It seems hard to go wrong with a hand soap that "kills 99 percent of germs" it encounters. But critics of anti-bacterial soaps in the home say there's plenty to be concerned about.

A government advisory panel will take a look at that Thursday.

The popularity of soaps and other products claiming anti-bacterial properties skyrocketed in the last decade as consumers turned to them as a defense against household illnesses. But some people contend that a number of the products, particularly those that use synthetic chemicals rather than alcohol or bleach, pose the risk of creating germs that are resistant to antibacterials as well as antibiotics.

Those critics say antibacterials are no more effective than regular soap in reducing infections and illnesses. The Food and Drug Administration (search), in briefing documents posted on the Internet ahead of Thursday's hearing, said the agency has not found any medical studies that definitively linked specific anti-bacterial products to reduced infection rates.

Unlike anti-bacterial products, regular household soap helps separate bacteria from the skin so they wash down the drain or attach to the hand towel when hands are dried. Anti-bacterial soap kills the bacteria outright.

Manufacturers disagree with many of the critics' claims, while both sides point to studies they say support their point of view. An FDA panel of independent experts will take up these concerns in a public hearing.

The Nonprescription Drugs Advisory Committee (search) will consider whether there is evidence that these products pose long-term hazards, as the critics contend. They can make recommendations on the sales and labeling of these products to the FDA, which ultimately has the authority to restrict availability of such soaps and related items.

The FDA briefing documents do not suggest any such ruling is imminent.

Critics like Dr. Stuart Levy, president of the Alliance for the Prudent Use of Antibiotics (search), say these products should be banned for use in healthy households. Instead, he says, keep them where they are needed: in hospitals and in homes with very sick people at greater risk if they get a bacterial infection.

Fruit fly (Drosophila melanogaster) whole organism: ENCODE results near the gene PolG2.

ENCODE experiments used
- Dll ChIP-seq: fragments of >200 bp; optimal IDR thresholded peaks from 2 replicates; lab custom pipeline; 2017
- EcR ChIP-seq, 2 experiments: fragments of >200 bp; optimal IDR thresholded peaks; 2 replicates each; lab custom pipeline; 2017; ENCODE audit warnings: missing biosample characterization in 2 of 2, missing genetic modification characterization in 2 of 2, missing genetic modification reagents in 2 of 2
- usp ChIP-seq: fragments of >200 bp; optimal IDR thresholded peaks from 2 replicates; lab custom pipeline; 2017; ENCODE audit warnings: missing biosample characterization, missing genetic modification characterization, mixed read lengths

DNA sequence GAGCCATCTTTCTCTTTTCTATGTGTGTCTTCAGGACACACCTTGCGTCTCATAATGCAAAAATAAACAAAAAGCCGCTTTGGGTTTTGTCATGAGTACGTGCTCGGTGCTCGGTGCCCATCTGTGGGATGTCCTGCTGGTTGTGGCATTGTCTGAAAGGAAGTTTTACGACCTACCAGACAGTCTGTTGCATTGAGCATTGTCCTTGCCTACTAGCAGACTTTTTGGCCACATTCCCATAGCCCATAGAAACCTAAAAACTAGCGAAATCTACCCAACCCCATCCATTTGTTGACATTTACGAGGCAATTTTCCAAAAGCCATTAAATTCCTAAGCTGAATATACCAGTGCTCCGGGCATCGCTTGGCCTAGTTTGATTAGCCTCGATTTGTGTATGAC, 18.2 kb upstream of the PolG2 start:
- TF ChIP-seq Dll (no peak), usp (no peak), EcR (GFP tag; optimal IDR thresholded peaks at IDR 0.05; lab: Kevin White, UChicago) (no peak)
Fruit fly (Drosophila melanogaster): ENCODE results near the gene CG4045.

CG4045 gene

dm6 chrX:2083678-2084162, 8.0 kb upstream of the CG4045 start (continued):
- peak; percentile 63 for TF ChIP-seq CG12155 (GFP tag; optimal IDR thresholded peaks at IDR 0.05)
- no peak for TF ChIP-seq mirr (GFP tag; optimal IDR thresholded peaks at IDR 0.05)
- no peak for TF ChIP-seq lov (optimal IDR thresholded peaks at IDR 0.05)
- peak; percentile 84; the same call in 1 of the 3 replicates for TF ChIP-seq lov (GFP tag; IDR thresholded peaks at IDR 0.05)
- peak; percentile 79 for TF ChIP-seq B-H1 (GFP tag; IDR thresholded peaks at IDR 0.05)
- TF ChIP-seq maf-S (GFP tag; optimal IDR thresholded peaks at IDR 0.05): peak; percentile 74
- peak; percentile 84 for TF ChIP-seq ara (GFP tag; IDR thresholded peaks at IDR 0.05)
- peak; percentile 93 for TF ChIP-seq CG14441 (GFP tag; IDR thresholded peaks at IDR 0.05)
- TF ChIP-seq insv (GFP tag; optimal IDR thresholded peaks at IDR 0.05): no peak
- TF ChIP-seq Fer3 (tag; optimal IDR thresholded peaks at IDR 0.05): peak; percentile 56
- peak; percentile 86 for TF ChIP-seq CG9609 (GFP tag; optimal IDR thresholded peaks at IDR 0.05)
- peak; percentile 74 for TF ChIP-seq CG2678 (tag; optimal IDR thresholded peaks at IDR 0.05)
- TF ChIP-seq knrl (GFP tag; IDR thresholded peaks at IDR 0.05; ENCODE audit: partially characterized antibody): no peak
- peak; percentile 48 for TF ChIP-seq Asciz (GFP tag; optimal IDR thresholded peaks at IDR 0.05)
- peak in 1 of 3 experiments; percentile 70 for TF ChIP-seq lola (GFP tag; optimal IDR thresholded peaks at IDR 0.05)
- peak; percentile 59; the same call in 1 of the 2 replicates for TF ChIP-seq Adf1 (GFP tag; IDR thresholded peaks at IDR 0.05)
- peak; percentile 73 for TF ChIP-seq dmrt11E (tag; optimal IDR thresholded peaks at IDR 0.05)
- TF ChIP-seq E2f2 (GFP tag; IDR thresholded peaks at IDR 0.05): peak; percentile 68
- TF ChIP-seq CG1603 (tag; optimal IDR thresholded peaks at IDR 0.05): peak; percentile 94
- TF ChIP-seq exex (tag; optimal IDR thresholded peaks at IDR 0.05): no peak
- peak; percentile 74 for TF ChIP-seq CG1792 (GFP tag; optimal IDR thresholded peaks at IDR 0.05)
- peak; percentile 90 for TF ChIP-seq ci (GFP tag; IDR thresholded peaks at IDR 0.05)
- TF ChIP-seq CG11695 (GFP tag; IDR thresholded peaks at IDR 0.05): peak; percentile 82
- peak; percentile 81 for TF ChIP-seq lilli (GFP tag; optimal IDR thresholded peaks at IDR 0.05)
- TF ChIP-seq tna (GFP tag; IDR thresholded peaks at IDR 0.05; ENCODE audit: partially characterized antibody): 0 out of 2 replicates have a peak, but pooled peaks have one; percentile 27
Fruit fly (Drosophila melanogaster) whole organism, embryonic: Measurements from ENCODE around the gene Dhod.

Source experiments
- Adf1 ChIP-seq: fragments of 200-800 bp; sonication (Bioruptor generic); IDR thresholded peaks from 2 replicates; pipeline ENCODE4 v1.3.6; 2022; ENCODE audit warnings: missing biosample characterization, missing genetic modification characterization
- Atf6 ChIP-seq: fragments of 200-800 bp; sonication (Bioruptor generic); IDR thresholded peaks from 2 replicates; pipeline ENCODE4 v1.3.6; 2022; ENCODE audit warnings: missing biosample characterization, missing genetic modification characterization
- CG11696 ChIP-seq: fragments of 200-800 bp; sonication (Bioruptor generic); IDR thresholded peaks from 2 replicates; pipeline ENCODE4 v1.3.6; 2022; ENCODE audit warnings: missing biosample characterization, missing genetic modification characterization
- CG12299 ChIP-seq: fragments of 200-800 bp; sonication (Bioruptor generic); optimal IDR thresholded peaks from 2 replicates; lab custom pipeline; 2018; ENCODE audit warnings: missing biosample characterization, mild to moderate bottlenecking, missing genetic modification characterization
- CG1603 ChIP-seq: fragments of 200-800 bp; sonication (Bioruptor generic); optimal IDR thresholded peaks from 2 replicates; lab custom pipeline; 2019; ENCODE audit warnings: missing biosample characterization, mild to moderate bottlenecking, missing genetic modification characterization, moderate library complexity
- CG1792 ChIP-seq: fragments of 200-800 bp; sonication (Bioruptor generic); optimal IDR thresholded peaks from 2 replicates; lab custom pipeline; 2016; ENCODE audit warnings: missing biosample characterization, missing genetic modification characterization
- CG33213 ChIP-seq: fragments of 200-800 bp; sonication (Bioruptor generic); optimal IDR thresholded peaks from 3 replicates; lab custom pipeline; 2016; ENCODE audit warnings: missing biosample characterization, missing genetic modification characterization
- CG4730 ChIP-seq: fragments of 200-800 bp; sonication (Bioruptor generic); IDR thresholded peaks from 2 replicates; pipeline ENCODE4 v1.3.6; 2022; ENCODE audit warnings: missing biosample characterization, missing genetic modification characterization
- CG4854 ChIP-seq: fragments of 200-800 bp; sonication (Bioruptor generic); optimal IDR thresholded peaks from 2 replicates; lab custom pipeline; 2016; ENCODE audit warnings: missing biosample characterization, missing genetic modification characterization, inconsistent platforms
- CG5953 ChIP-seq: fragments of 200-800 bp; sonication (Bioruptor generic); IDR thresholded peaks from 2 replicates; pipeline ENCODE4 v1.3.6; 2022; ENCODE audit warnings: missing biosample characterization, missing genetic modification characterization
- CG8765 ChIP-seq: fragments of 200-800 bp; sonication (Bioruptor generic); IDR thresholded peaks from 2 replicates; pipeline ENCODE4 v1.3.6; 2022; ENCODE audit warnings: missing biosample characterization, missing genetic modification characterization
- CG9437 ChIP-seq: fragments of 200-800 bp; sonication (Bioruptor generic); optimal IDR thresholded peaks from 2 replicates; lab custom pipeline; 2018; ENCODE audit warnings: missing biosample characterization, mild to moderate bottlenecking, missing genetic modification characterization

"We run the risk of changing the kinds of bacteria we confront every day in the home," said Levy, a professor of medicine and molecular biology at Tufts University School of Medicine (search).

Here's how, he says: The small percentage of bacteria that survive a brush with the soap may develop resistance to it. What's more, he says, some surviving bacteria may have an improved ability to pump out all threatening substances, including antibiotics used to cure infections.

Those survivors may pass that mutation to their offspring, and the adaptation can come to dominate an entire population of bacteria, creating a resistance.

While Levy says that has happened in lab studies, there's no firm evidence it's happening in households. Brian Sansoni, spokesman for The Soap and Detergent Association (search), an industry group, said studies have found no link between the real-world use of anti-bacterial products and bacterial resistance.

"These products are proven to provide a preventive benefit for their users," Sansoni said.

A recent study published by the Centers for Disease Control and Prevention, in which scientists observed the development of bacteria in 224 households for a year, showed no significant increase in resistant bacteria in houses using anti-bacterial instead of regular soap. Nor did it show that anti-bacterial soap led to healthier homes than regular soap.

It called for further studies, saying the effect could take place over a longer term. Levy is listed as one of the study's authors.

The FDA, in briefing documents, said "current data are conflicting and unclear" on this issue.

Last month, the agency began enforcing the first U.S. ban of a veterinary antibiotic because of concerns it could lead to antibiotic-resistant bacteria in humans.

Other issues to be considered by FDA panelists include whether the synthetic chemicals in some soaps pose a hazard in the environment after they wash down the drain and through wastewater systems.

They also will look at whether the use of antibacterials in homes may in fact leave those homes too clean for young children, who may need some exposure to the bacterial world to develop a strong immune system.

This controversial theory, called the "Hygiene Hypothesis," suggests that growing up in a too-clean environment may cause a person to develop asthma and serious allergies later in life.